Hands together for prayer.

A gesture that expresses what is in the heart, but also the other way around: it ignites the heart.

Perhaps it’s a truism to say that words mean little when deeds contradict them. What’s a bit less obvious is that sometimes the body language of a person reveals more than their words. Body posture, gestures and even facial expression can often reveal what a person is trying to hide in what they say. So, body language plays an important role in communication, as any student of psychology will tell you. However, it is also often important when we don’t intend to hide anything. It helps to express what is difficult to put into words alone. We know that a kind gesture sometimes means more than just explanations and declarations.

Body posture and gestures also have significance in prayer. Both communally and individually. On the one hand, sometimes they express what we want them to express; giving support to the verbal message. On the other hand, especially during communal prayer, they also help us to be aware of what we are experiencing; affecting our heart and soul. Some of this has been considered in previous signs: standing, sitting, kneeling as well as honouring, the raising of hands, striking the breast and making the sign of the cross. This time we dwell on the gesture of hand together, and then more broadly on other gestures, not so much applying to the liturgy as to in other prayers, both communal and individual.

Hands together, in such a way that the palms of left and right are facing each other, is best known and most often used as a gesture of prayer. It is, in fact, an expressive gesture synonymous with prayer. A gesture that has been known for centuries to express devotion, submission and faithfulness. The response was to accept the hands place together into the open hands of the one receiving the declaration.

It is this way a soldier would put his hands together to put them into the hands of the ruler as a sign of devotion and fidelity. Fiefdom in the Middle Ages was expressed in a similar way. And in a similar way during the vow of obedience, at priestly ordination, the bishop accepts the candidate’s promise. God is spirit and you can’t see His hands accepting the hands put together, but that’s what this gesture is all about. It’s about a declaration of devotion, submission and fidelity. Therefore, when I hold my hands like this in prayer, I declare that God is my Lord; that I know my destiny is in His hands, that I depend on Him for everything. And with this attitude of spirit, I adore Him, I thank Him, I say I’m sorry or I ask of Him.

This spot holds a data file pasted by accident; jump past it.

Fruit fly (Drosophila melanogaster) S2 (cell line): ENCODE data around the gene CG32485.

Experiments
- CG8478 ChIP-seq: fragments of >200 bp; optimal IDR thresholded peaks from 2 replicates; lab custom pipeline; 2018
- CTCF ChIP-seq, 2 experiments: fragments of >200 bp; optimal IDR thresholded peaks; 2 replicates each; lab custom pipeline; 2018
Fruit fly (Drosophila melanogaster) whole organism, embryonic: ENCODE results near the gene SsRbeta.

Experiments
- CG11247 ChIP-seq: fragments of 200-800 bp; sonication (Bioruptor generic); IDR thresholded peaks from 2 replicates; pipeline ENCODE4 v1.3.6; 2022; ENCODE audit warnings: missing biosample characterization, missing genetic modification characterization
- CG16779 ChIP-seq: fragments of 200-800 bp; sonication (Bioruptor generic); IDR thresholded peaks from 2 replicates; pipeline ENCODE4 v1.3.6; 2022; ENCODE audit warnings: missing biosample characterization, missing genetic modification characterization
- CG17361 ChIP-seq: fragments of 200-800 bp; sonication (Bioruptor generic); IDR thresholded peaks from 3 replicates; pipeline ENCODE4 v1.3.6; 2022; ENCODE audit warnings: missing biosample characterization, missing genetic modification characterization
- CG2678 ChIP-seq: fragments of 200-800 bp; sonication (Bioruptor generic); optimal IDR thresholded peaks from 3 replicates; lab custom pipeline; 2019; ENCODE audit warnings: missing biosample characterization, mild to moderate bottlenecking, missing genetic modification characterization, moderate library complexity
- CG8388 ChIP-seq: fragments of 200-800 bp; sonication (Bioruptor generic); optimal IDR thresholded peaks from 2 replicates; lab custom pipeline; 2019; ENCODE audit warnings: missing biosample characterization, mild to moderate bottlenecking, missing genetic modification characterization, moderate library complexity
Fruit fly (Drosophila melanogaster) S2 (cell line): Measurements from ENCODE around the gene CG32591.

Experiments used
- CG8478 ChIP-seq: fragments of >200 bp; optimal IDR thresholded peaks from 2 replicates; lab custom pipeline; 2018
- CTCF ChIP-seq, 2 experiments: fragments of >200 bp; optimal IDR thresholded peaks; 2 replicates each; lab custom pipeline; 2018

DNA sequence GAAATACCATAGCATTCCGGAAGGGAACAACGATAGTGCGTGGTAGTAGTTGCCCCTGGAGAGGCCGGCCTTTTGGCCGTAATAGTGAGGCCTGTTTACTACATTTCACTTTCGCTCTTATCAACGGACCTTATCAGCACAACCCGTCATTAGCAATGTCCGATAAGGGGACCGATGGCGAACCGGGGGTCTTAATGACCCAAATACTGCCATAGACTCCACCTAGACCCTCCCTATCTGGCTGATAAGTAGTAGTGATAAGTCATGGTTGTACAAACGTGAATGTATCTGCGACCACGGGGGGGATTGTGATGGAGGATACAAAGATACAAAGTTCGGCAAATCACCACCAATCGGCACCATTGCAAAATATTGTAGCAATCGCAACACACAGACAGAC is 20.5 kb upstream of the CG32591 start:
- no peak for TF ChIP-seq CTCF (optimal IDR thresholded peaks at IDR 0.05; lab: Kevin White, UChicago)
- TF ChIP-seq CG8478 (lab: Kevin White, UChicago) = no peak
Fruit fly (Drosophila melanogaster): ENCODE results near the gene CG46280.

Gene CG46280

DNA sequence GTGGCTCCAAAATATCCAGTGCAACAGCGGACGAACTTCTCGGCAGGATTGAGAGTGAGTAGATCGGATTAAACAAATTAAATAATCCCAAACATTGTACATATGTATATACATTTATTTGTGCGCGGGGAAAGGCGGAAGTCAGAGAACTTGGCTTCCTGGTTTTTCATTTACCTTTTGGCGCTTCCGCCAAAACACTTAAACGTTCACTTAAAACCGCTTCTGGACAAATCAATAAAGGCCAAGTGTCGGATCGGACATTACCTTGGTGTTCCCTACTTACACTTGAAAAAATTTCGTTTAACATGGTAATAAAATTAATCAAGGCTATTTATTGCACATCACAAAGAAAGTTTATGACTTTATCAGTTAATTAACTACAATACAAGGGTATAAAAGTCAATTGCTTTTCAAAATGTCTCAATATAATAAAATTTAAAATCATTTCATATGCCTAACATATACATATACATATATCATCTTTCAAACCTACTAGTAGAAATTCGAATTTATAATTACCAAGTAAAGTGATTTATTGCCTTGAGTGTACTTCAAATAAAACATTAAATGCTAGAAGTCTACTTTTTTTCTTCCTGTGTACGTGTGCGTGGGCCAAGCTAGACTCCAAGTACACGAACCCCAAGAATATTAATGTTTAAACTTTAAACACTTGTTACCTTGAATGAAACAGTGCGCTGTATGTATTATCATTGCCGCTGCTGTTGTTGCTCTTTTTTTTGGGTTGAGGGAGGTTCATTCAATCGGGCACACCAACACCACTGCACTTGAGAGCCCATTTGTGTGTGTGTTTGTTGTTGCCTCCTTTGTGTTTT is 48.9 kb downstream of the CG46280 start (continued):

In the practice of prayer, especially individual, however it happens that the hands are held together differently. This is not necessarily a sign of inattention or neglect of God. A clue of how to understand is this . . . intuition; interpreting it in the context of how we use this or other gestures in everyday life. And so, hands clenched together, sometimes firmly, may express a fervent request.

Crossed over the chest with hands on the shoulders is telling God “I am Your servant”.

There aren’t too many gestures in the liturgy. However, there no restriction on using them in prayer outside of liturgy, whether communal or individual. Without gestures or even without words, God knows what bothers us, what we want, what we are trying to express. But these gestures, just as body posture, allows us to better understand, to feel and to experience what we are doing. They help me to realise who I am and who I am praying in front of.